Relative-age relationships of debris flow deposits in
the Southern Blue Ridge, North Carolina
Johan Liebens and Randall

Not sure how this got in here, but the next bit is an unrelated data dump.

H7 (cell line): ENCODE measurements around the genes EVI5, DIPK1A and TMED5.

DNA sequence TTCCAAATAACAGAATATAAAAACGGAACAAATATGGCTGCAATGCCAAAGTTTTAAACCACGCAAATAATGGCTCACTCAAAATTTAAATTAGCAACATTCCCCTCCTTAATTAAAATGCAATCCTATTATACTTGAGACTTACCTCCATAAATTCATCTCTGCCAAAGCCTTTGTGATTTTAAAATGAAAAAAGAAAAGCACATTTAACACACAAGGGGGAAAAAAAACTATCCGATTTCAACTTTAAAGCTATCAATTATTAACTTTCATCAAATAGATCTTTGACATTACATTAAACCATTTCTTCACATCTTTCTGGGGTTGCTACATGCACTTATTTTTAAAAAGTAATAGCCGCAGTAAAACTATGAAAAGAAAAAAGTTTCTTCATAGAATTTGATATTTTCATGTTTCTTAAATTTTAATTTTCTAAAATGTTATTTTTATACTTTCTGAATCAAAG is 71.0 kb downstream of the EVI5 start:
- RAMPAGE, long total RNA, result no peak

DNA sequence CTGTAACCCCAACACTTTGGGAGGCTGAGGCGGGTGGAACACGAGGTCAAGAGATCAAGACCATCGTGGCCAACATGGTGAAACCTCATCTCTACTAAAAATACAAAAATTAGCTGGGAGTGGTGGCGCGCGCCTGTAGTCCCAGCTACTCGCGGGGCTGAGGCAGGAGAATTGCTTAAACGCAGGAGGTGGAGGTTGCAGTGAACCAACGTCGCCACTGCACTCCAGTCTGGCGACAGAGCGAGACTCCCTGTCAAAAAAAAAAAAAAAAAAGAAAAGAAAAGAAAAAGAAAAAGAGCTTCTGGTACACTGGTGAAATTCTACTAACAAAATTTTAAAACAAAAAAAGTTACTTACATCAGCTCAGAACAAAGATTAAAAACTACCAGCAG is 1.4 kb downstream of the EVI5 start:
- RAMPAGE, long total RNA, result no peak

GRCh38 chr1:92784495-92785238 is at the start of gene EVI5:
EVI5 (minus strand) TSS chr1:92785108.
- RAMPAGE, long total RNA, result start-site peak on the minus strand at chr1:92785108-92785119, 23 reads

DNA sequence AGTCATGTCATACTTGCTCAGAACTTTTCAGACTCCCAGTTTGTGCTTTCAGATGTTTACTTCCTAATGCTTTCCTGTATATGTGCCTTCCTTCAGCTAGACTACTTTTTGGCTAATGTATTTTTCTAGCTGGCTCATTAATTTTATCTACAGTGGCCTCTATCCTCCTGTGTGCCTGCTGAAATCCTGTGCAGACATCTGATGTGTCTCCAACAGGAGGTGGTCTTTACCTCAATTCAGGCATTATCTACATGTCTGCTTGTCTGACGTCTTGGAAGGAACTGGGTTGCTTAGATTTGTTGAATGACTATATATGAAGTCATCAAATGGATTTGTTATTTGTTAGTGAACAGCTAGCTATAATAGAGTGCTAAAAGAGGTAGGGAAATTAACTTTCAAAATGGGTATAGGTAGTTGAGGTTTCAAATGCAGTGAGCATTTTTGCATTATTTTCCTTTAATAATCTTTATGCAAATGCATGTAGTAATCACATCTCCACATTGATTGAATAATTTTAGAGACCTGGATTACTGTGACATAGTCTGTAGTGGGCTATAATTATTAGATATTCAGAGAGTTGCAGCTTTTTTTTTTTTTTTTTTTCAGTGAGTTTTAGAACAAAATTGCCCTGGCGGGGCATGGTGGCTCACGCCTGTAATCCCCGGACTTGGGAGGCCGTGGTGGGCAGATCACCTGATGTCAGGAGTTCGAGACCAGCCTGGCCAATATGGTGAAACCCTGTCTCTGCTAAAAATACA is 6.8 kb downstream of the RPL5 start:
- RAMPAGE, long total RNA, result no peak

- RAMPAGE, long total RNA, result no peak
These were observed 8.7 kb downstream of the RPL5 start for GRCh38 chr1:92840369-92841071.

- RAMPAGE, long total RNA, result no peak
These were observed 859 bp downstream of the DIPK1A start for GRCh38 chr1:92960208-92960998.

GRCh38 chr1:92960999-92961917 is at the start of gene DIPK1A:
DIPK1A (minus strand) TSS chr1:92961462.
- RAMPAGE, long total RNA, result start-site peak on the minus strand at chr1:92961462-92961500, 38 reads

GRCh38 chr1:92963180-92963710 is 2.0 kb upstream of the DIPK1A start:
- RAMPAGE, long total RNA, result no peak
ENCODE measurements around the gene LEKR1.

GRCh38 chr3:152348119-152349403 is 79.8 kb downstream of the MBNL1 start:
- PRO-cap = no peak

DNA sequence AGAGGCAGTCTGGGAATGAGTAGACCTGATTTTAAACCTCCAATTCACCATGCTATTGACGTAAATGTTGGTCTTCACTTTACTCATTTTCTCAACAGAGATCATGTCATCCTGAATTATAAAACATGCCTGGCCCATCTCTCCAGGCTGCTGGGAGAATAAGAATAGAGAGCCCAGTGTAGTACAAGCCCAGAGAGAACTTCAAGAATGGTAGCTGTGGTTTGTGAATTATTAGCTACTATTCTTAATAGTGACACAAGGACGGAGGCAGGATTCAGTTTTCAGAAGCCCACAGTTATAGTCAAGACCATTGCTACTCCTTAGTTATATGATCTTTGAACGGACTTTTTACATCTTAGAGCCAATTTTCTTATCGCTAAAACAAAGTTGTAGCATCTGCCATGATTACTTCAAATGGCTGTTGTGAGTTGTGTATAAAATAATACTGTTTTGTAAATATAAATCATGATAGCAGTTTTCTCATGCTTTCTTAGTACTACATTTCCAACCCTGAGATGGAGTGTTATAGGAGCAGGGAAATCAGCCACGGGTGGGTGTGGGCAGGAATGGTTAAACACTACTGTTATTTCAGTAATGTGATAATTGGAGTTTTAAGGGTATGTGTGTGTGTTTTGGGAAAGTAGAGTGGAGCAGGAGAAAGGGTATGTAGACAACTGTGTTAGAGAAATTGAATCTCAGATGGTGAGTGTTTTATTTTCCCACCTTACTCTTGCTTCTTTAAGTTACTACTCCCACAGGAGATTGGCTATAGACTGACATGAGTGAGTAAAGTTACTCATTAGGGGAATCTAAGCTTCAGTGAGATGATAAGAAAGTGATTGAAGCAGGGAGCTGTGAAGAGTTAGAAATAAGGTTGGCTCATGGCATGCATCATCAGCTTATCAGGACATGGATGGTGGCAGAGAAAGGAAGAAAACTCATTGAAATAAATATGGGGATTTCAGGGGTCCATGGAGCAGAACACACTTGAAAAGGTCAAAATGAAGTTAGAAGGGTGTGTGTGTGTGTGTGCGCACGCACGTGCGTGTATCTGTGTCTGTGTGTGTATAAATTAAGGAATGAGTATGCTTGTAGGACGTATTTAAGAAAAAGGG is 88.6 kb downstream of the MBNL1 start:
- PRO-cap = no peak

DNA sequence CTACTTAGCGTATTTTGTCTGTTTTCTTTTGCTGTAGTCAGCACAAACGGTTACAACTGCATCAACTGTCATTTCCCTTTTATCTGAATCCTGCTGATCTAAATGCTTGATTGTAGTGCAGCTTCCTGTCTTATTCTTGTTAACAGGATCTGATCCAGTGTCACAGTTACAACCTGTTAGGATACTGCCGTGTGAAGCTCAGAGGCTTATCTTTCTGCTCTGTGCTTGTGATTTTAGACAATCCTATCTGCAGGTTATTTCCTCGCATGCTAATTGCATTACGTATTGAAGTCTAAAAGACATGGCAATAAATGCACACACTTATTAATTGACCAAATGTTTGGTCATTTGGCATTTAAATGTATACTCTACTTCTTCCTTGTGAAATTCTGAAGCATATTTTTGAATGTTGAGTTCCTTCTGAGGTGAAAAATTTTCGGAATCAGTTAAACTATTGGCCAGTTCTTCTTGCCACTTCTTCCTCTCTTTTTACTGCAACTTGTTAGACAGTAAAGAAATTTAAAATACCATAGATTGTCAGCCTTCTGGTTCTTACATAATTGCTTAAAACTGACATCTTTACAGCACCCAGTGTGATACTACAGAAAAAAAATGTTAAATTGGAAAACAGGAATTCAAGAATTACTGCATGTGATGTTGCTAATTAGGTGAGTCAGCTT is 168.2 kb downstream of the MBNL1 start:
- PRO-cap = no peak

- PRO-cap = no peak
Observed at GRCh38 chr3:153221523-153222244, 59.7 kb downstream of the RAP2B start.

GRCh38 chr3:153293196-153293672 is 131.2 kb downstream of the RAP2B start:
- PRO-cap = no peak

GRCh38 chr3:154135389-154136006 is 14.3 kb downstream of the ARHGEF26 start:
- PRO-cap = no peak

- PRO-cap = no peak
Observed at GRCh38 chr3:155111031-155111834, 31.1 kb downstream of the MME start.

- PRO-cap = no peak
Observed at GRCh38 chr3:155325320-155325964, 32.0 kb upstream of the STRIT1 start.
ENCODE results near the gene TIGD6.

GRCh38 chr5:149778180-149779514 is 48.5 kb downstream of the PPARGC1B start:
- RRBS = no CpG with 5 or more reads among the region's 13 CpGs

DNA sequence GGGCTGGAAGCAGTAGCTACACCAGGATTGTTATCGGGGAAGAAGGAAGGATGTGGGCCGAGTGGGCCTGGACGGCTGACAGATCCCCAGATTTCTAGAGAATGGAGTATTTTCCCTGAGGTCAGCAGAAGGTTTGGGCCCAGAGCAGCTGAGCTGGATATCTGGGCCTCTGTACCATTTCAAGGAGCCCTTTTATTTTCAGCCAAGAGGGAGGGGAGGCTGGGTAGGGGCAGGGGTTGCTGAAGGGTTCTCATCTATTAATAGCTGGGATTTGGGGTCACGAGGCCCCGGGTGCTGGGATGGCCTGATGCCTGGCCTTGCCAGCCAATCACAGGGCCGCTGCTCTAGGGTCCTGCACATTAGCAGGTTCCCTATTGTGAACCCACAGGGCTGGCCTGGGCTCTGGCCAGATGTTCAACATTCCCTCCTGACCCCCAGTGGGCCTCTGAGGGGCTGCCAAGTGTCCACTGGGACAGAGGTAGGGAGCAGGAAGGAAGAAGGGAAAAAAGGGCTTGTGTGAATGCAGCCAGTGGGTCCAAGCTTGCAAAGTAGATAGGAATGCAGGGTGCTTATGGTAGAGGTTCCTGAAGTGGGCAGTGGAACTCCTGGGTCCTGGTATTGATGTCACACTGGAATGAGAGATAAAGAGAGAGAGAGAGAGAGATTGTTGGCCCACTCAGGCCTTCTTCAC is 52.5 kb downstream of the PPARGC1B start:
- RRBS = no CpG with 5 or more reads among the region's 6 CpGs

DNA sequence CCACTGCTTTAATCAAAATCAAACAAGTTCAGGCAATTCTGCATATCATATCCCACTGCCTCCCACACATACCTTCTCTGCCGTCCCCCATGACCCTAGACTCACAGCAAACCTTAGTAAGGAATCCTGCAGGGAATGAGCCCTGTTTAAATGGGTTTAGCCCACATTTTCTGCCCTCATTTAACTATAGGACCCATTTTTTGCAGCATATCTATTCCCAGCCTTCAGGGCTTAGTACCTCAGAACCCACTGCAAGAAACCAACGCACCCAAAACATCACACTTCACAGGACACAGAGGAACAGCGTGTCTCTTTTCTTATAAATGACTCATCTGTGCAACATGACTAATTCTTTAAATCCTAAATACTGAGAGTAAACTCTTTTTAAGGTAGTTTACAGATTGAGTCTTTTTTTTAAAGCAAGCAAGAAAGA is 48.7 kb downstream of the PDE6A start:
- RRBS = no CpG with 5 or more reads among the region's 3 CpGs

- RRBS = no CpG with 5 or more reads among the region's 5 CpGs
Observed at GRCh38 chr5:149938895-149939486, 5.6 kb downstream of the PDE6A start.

Periods of increased landscape instability in the Southern Blue Ridge were assessed with relative ages of three sequences of debris flow deposits. The sequences consist of a series of lobate deposits that are expressed as step-like landforms on the floors of host valleys. Data were collected at three sites from soil pits on the toe and apex of debris flow deposits. Relative ages were obtained by qualitatively and statistically examining data on clast weathering, soil color, clay content, and iron species. Consistent results among the indicators of relative age demonstrate that they have utility in warm to temperate, humid environments. At each site, the topographically highest debris flow deposits are slightly older than those at lower elevations. One deposit at each of the three sites has a relative age that is very similar to that of one deposit at the other sites. This similarity in age indicates that an external factor, such as extreme precipitation, accounts for the formation of debris flows at approximately the same time in the geological past. One of the sites, however, also has deposits that are clearly younger than the deposits at the other sites, which indicates that intrinsic factors also affect the formation of debris flows in the region.